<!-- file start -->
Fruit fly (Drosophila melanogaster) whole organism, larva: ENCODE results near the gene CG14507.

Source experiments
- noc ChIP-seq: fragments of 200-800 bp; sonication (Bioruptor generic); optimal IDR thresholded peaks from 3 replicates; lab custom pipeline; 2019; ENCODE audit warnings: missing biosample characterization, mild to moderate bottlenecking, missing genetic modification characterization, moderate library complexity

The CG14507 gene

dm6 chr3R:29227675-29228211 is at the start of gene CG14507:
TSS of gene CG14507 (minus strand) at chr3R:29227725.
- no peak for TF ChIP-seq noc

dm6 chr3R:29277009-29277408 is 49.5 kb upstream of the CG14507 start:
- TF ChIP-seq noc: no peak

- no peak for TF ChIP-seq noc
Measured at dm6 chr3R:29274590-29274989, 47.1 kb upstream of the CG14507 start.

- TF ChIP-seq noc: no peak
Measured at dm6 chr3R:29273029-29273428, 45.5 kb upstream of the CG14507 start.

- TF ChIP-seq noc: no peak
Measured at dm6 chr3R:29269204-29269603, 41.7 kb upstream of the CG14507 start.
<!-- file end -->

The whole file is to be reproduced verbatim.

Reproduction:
Fruit fly (Drosophila melanogaster) whole organism, larva: ENCODE results near the gene CG14507.

Source experiments
- noc ChIP-seq: fragments of 200-800 bp; sonication (Bioruptor generic); optimal IDR thresholded peaks from 3 replicates; lab custom pipeline; 2019; ENCODE audit warnings: missing biosample characterization, mild to moderate bottlenecking, missing genetic modification characterization, moderate library complexity

The CG14507 gene

dm6 chr3R:29227675-29228211 is at the start of gene CG14507:
TSS of gene CG14507 (minus strand) at chr3R:29227725.
- no peak for TF ChIP-seq noc

dm6 chr3R:29277009-29277408 is 49.5 kb upstream of the CG14507 start:
- TF ChIP-seq noc: no peak

- no peak for TF ChIP-seq noc
Measured at dm6 chr3R:29274590-29274989, 47.1 kb upstream of the CG14507 start.

- TF ChIP-seq noc: no peak
Measured at dm6 chr3R:29273029-29273428, 45.5 kb upstream of the CG14507 start.

- TF ChIP-seq noc: no peak
Measured at dm6 chr3R:29269204-29269603, 41.7 kb upstream of the CG14507 start.